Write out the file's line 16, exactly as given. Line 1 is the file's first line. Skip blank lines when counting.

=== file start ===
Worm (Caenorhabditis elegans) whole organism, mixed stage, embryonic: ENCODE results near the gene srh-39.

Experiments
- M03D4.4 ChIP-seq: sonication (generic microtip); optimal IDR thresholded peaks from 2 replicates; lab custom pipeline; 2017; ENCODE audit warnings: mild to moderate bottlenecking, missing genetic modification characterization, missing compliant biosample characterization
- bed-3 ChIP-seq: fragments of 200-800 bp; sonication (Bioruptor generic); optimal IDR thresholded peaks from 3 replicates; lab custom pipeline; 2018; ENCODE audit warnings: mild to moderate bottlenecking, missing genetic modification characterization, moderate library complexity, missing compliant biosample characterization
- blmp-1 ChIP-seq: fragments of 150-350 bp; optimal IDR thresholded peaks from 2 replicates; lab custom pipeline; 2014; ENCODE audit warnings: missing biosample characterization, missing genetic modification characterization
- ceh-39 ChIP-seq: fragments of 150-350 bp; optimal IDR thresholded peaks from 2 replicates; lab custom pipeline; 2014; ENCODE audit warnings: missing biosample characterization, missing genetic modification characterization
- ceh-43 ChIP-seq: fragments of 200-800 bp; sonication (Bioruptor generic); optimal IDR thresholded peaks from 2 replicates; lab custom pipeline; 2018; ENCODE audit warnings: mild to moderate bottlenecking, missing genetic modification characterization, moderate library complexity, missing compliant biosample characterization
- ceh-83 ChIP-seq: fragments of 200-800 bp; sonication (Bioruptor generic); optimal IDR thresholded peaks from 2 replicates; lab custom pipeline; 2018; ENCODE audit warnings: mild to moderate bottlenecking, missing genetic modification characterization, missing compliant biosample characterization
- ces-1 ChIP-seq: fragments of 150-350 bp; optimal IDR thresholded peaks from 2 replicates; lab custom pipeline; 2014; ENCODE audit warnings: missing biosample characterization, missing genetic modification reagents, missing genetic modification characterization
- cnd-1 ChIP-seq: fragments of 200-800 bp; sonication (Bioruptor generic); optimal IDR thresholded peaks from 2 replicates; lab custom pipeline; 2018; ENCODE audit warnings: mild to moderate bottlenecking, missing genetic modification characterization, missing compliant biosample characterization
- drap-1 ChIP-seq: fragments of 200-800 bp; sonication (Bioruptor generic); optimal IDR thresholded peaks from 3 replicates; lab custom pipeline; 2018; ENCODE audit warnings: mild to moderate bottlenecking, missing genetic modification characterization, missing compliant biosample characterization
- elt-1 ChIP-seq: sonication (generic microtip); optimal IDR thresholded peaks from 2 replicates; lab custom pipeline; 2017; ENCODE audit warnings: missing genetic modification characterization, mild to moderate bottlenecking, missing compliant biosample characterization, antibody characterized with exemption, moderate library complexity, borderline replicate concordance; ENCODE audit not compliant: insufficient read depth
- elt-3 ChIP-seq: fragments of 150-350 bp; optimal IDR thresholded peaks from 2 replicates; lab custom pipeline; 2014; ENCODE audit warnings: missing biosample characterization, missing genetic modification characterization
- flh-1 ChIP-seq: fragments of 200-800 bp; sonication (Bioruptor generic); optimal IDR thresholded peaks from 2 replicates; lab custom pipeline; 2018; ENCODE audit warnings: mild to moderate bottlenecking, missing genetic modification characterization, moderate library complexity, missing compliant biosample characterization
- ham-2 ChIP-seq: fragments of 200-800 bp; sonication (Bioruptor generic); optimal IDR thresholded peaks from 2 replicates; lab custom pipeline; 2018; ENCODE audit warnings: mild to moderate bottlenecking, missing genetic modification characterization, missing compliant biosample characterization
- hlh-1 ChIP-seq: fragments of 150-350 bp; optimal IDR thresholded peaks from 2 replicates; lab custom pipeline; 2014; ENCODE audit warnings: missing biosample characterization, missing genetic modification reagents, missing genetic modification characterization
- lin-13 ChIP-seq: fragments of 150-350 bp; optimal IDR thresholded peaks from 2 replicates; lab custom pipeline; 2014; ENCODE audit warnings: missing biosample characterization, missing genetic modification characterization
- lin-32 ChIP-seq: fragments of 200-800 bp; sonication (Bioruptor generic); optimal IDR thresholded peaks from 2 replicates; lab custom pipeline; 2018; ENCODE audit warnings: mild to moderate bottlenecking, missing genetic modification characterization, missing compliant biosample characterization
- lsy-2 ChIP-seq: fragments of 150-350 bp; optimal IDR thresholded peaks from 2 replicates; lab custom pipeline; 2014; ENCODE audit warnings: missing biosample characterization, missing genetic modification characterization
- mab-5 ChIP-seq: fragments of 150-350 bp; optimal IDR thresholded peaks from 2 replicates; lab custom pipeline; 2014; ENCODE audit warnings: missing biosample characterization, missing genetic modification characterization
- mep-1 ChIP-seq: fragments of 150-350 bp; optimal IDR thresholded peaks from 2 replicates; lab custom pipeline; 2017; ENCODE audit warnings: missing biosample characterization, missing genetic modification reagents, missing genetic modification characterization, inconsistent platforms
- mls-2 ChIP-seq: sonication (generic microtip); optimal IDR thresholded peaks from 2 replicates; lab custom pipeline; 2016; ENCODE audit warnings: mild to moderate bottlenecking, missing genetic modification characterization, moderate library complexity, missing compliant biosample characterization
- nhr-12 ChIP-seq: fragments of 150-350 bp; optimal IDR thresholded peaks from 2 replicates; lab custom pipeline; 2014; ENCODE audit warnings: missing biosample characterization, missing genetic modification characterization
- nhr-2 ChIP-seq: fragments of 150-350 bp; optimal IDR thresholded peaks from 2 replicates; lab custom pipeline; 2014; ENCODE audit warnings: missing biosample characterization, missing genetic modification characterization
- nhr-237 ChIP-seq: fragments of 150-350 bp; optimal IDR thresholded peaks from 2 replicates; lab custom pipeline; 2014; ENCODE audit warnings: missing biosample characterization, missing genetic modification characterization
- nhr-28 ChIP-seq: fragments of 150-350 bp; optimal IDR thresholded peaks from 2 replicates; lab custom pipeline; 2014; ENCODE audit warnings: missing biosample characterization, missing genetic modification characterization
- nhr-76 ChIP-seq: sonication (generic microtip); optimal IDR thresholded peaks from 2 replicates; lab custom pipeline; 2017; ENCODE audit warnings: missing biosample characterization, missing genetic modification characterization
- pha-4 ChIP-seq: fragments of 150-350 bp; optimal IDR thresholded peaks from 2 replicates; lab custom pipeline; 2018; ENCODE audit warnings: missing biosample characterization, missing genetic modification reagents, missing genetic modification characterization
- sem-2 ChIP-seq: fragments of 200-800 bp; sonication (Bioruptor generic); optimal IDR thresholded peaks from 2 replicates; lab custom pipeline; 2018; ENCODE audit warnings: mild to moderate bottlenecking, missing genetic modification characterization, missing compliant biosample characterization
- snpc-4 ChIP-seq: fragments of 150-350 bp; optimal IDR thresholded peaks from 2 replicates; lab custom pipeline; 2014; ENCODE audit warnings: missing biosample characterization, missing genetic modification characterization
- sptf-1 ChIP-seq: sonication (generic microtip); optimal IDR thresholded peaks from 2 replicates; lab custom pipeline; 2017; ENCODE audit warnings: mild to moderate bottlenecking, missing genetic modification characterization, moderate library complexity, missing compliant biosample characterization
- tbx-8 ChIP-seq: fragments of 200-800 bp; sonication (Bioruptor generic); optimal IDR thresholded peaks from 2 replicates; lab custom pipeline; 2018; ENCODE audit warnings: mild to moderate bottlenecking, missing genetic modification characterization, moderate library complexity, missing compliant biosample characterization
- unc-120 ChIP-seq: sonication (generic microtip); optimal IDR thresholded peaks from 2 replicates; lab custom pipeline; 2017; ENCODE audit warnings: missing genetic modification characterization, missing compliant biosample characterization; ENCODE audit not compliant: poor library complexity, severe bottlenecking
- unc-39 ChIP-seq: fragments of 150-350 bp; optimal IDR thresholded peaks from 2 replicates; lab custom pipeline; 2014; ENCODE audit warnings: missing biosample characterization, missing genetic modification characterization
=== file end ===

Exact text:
- hlh-1 ChIP-seq: fragments of 150-350 bp; optimal IDR thresholded peaks from 2 replicates; lab custom pipeline; 2014; ENCODE audit warnings: missing biosample characterization, missing genetic modification reagents, missing genetic modification characterization